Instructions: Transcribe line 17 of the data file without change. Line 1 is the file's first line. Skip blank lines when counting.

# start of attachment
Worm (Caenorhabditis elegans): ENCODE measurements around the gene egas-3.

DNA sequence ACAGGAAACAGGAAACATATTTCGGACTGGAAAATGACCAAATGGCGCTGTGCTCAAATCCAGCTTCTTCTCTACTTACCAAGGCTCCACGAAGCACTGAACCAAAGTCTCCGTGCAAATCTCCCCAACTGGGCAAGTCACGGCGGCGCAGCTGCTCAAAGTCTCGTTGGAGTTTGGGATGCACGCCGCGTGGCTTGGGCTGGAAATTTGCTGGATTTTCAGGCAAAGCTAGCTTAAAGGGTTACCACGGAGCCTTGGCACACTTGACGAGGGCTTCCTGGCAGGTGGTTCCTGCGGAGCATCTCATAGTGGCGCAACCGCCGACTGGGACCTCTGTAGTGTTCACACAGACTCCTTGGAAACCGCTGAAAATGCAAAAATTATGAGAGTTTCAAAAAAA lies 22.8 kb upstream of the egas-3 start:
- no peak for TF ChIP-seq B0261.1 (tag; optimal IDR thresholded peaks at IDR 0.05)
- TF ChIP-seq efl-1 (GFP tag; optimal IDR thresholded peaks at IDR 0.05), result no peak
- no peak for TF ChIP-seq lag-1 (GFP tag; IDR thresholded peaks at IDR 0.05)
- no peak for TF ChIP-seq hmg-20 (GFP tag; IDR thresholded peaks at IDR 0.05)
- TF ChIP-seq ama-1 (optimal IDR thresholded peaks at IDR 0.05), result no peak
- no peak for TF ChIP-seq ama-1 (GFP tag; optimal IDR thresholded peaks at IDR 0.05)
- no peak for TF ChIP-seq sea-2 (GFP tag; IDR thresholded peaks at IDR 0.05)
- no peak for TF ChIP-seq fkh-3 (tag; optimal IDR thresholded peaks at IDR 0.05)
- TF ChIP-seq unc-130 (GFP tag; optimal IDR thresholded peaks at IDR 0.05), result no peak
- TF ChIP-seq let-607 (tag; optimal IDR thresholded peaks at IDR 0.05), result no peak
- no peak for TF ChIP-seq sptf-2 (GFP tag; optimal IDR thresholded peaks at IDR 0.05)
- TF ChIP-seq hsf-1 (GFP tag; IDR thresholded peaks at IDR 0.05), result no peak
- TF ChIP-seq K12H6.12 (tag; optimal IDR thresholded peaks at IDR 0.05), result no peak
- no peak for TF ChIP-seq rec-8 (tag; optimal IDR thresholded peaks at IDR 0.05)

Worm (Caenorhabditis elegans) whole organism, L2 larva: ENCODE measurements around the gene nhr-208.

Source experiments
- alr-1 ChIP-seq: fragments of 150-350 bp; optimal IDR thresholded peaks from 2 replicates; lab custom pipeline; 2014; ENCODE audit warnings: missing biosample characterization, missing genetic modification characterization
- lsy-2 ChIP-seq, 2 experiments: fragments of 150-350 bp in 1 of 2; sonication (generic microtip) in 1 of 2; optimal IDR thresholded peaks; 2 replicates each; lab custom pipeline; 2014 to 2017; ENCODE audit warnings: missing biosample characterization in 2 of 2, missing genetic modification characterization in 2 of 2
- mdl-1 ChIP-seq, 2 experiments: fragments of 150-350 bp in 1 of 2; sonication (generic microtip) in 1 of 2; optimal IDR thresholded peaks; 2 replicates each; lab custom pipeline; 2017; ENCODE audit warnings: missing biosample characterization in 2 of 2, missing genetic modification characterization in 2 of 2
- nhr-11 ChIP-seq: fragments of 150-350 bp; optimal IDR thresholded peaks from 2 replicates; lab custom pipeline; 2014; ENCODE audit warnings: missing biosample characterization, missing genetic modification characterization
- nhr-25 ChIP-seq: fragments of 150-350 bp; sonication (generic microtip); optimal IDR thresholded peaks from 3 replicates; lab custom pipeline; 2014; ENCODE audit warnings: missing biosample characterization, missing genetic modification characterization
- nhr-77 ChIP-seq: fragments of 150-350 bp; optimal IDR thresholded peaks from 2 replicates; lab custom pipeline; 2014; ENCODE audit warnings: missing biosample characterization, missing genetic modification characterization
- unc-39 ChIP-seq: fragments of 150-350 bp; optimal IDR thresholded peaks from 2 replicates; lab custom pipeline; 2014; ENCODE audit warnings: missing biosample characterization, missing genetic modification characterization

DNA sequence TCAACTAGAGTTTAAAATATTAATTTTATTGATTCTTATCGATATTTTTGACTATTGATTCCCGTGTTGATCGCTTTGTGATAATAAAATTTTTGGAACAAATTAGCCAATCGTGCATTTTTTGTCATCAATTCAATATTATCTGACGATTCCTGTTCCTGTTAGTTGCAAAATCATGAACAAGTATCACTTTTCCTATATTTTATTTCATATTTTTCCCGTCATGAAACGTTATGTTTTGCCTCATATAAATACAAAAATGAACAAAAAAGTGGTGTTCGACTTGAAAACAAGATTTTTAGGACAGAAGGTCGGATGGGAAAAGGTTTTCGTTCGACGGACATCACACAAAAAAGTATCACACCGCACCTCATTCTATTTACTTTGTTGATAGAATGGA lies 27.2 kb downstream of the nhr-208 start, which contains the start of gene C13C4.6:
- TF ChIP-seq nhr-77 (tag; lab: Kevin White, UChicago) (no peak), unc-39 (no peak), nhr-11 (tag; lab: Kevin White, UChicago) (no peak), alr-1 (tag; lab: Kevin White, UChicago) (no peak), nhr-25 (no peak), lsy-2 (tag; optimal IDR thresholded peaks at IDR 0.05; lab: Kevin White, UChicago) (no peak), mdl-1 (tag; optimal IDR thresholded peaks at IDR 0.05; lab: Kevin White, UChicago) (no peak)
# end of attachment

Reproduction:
Worm (Caenorhabditis elegans) whole organism, L2 larva: ENCODE measurements around the gene nhr-208.